This proposal seeks to examine mechanisms of peripheral nerve degeneration induced by the chemotherapeutic agent paclitaxel. Paclitaxel is used in the treatment of common cancers, such as breast, ovarian and lung cancer. While paclitaxel arrests cancer cell division and thus interferes with tumor growth, it also causes sensory axon degeneration in greater than 40 percent of individuals. Patients that are most severely affected need to terminate chemotherapy, which deprives them of the full treatment benefits. Moreover, many cancer survivors continuously suffer from the debilitating symptoms since the recovery may take months to years. Despite intense research, we still lack fundamental knowledge about the mechanisms leading to paclitaxel-induced peripheral neuropathy. This lack may relate to the use of model systems that do not permit comprehensive in vivo analyses. Therefore the discovery of important processes that may contribute to this condition, such as interactions of sensory nerve endings with the microenvironment, may be precluded. It has been shown that paclitaxel interferes with the function of microtubules, the major cytoskeletal components of axons. However, why intra-epidermal sensory nerve endings in the palm and sole of hands and feet initially degenerate is unclear. The skin in these areas withstands increased mechanical stress and is more frequently injured, which may play a role in the etiology of this condition. To assess this, my laboratory has established a unique model system in zebrafish that permits the analysis of paclitaxel-induced peripheral neuropathy in live animals. Studies using this in vivo model suggest that epidermal keratinocytes are highly susceptible to paclitaxel treatment and undergo pathological changes that precede those in axons. We moreover identified matrix-metalloproteinase 13 (MMP13) as a therapeutically interesting molecular target of paclitaxel in the skin. The goal of this proposal is to further characterize epidermal and axonal changes using transmission electron microscopy and in vivo time-lapse imaging. In addition, we will determine cell type-specific functions of MMP13 to establish the cause-and-effect relationship between skin damage and axon degeneration. We will also assess the role of epidermis and MMP13 in a mouse model of paclitaxel-induced peripheral neuropathy, which will lay the groundwork for further molecular studies and the advancement of our findings into the clinic.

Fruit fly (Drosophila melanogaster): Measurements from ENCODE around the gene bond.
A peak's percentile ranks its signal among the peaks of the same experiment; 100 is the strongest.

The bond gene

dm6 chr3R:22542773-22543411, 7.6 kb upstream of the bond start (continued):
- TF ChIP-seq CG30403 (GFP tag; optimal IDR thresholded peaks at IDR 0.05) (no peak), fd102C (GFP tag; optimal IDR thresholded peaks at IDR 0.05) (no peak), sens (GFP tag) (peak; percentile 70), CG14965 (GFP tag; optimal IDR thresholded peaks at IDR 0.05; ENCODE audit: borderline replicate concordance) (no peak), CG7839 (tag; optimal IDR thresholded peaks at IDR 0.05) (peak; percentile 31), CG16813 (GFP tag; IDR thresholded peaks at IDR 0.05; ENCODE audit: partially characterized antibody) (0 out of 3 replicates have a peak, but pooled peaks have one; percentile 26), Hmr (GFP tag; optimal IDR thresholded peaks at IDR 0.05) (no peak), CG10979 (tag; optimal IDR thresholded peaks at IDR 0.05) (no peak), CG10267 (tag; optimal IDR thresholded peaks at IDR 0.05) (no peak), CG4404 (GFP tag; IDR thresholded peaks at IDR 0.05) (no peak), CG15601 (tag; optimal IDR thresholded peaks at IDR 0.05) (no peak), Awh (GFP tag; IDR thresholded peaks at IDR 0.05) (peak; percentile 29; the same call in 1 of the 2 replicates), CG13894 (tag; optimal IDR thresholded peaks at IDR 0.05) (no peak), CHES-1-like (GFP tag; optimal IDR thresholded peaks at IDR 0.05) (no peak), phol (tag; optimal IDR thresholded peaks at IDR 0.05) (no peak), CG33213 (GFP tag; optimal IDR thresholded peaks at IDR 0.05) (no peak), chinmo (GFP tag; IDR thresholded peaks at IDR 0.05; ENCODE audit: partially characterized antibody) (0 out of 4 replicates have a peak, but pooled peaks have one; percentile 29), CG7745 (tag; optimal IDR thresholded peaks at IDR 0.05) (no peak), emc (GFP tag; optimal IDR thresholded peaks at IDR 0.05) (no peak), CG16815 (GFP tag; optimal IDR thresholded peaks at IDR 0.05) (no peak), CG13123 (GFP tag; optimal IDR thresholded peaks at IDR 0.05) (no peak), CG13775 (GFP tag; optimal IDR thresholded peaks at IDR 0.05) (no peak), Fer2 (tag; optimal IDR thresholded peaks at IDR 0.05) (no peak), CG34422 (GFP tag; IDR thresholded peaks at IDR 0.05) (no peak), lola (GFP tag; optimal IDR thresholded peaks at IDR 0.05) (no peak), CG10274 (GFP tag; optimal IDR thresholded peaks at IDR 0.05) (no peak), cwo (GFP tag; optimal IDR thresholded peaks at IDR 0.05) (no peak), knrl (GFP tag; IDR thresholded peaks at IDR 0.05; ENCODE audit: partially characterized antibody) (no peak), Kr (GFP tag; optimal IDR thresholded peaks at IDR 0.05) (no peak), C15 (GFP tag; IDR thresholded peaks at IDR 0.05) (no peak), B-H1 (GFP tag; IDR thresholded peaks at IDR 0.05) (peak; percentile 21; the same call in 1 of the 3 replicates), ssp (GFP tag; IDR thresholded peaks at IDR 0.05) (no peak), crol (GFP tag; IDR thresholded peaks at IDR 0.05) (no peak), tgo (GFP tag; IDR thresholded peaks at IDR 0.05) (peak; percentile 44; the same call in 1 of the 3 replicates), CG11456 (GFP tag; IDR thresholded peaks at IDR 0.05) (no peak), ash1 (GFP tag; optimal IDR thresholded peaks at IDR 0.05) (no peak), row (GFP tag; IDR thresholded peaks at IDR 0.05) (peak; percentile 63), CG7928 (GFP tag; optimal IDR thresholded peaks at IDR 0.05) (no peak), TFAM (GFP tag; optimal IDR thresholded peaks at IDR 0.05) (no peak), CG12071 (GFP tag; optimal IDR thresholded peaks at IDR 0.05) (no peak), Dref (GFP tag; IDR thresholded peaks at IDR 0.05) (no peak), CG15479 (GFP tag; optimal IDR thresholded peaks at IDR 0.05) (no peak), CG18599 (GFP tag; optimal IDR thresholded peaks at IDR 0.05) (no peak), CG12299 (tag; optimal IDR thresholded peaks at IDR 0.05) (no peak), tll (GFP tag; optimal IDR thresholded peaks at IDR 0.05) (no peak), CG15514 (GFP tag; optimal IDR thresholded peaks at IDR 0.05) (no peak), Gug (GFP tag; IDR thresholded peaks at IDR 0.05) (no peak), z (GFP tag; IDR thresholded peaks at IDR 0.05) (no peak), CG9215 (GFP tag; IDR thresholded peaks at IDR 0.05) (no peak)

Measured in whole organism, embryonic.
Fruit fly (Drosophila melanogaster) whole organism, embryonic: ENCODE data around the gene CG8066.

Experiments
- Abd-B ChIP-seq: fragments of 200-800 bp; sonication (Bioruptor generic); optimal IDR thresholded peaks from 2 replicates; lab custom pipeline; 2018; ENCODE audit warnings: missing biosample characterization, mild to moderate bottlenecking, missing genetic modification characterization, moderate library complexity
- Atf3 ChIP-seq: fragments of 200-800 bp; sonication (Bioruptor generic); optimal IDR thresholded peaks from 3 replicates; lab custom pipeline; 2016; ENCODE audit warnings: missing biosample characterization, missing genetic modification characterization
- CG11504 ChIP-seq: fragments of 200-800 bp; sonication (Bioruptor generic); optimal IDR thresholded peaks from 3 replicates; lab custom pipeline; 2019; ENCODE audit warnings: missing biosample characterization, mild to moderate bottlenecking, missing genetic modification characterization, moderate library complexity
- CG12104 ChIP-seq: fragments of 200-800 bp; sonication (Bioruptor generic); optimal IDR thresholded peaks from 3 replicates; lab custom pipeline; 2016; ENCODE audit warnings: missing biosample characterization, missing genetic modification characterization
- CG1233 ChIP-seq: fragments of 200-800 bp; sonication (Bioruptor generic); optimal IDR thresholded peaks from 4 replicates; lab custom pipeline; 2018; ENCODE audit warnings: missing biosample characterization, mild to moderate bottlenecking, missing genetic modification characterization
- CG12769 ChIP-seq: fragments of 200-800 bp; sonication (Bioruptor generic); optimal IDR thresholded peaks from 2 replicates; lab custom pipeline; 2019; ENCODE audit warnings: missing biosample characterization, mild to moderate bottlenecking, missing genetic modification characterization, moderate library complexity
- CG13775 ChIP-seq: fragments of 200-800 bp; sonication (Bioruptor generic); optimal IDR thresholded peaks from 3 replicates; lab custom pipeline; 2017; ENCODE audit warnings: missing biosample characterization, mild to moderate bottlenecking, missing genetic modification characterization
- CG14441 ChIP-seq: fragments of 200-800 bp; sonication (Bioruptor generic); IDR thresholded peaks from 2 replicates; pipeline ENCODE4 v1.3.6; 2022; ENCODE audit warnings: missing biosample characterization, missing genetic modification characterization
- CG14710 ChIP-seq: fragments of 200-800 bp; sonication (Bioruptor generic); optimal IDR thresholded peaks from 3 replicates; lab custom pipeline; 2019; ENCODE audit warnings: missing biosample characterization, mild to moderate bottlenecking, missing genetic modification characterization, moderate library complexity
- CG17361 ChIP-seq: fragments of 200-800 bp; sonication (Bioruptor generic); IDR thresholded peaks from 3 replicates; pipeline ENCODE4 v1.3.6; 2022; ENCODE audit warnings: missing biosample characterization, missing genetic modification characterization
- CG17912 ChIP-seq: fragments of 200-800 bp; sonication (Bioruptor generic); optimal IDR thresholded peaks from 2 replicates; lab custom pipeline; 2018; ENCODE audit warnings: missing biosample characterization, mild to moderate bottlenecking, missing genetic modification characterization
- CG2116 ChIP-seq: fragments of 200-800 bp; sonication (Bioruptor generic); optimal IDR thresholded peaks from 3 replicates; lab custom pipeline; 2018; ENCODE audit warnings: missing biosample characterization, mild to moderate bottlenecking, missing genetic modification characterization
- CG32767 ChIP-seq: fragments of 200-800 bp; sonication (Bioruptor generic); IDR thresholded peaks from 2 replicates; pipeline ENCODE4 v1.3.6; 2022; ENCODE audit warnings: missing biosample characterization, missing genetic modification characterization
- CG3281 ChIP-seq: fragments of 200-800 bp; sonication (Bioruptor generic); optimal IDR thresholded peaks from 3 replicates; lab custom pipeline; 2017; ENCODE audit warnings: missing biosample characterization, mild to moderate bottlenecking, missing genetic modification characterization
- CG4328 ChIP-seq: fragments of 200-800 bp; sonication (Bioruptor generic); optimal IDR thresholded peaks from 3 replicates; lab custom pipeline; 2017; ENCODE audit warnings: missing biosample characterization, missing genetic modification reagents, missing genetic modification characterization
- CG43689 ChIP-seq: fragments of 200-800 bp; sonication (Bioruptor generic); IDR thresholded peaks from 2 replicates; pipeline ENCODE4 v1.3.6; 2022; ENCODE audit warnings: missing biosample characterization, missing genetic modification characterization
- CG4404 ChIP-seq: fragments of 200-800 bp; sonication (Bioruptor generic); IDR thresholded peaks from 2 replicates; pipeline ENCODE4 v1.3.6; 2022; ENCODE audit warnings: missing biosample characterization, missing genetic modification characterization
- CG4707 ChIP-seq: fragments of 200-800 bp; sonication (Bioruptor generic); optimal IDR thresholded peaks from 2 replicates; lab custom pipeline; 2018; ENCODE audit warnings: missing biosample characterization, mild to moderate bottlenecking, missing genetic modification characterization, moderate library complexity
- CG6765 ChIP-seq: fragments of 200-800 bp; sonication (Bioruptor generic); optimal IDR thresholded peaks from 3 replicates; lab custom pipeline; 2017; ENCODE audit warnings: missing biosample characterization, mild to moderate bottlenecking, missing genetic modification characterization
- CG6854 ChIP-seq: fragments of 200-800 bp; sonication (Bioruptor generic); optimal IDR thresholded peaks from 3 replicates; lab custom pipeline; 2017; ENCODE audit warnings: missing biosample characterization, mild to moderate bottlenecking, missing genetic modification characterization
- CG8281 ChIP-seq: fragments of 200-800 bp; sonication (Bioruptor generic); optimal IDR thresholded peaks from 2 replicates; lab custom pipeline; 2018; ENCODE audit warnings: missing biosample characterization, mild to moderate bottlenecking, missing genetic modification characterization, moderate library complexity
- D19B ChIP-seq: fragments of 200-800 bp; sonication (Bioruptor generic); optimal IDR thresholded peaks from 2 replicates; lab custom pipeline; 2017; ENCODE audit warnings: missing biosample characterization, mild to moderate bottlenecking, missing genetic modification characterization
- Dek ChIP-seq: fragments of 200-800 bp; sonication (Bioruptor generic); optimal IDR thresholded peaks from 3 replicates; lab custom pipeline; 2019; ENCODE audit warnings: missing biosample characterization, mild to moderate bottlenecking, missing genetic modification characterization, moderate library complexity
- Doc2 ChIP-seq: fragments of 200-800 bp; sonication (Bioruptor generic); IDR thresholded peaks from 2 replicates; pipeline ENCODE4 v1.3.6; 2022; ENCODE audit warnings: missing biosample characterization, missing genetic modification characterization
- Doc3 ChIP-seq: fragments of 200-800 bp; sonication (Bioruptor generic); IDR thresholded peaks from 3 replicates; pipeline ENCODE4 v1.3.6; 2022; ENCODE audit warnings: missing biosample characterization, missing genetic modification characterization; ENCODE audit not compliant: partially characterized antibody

Public Health Relevance

This research seeks to explore biomechanisms of paclitaxel-induced peripheral neuropathy, a condition of nerve damage, emphasizing on epithelial damage as possible underlying cause. These comparative studies in zebrafish and mice will lay the groundwork for further molecular characterizations and drug development studies.

National Institute of Health (NIH)
National Institute of Neurological Disorders and Stroke (NINDS)
Exploratory/Developmental Grants (R21)
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Neurodifferentiation, Plasticity, and Regeneration Study Section (NDPR)
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Nuckolls, Glen H
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Mount Desert Island Biological Lab
Salsbury Cove
United States
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Waldron, Ashley L; Schroder, Patricia A; Bourgon, Kelly L et al. (2018) Oxidative stress-dependent MMP-13 activity underlies glucose neurotoxicity. J Diabetes Complications 32:249-257
Lisse, Thomas S; Middleton, Leah J; Pellegrini, Adriana D et al. (2016) Paclitaxel-induced epithelial damage and ectopic MMP-13 expression promotes neurotoxicity in zebrafish. Proc Natl Acad Sci U S A 113:E2189-98